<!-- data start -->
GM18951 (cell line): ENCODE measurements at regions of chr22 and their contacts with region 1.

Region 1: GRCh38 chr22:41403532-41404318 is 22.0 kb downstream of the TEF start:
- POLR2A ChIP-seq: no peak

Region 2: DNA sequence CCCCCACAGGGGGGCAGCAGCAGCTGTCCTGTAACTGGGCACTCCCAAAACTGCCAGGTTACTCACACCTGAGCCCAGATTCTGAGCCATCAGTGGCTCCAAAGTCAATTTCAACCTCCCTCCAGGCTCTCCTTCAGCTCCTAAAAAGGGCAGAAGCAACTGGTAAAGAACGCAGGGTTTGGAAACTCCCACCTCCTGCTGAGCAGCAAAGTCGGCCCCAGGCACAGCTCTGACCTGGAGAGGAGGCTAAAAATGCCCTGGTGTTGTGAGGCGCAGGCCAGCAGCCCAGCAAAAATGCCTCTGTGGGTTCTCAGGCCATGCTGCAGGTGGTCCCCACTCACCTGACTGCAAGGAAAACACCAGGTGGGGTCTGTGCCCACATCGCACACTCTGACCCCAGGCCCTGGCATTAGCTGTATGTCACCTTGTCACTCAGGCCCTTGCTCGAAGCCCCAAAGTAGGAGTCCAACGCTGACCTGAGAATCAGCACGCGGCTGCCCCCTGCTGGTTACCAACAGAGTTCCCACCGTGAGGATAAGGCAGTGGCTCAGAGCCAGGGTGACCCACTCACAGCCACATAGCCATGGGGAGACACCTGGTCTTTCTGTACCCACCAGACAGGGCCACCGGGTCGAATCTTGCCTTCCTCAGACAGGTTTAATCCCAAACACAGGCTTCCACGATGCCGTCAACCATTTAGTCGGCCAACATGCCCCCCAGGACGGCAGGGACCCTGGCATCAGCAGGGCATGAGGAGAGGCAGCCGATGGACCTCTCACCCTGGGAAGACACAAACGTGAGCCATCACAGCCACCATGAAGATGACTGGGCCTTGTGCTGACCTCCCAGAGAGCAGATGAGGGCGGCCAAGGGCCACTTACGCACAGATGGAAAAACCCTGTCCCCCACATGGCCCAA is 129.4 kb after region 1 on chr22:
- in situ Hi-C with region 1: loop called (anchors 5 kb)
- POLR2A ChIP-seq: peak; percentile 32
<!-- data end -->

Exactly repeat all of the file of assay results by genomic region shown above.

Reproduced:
GM18951 (cell line): ENCODE measurements at regions of chr22 and their contacts with region 1.

Region 1: GRCh38 chr22:41403532-41404318 is 22.0 kb downstream of the TEF start:
- POLR2A ChIP-seq: no peak

Region 2: DNA sequence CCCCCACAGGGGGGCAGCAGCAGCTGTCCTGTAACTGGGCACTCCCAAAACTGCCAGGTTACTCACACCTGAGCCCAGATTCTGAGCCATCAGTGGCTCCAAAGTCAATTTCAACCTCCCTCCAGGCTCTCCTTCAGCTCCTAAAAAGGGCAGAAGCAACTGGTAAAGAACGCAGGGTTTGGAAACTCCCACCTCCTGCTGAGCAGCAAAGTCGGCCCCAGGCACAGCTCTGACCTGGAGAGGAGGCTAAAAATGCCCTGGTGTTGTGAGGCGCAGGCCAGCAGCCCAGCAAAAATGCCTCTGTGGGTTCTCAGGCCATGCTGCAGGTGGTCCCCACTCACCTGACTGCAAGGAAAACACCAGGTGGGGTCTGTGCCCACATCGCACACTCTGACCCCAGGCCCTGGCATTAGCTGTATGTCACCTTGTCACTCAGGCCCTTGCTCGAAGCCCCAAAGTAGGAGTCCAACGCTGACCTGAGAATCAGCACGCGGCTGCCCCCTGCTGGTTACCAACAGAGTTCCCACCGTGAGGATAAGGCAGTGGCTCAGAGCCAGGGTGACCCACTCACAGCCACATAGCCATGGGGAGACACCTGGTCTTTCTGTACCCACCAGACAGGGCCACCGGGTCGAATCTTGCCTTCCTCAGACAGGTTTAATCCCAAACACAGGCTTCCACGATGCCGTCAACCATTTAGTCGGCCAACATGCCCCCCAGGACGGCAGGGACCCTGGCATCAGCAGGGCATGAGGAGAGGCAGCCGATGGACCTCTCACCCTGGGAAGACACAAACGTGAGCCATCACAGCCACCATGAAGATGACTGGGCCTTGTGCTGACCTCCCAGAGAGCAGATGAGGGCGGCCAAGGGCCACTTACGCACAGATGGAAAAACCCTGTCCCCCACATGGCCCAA is 129.4 kb after region 1 on chr22:
- in situ Hi-C with region 1: loop called (anchors 5 kb)
- POLR2A ChIP-seq: peak; percentile 32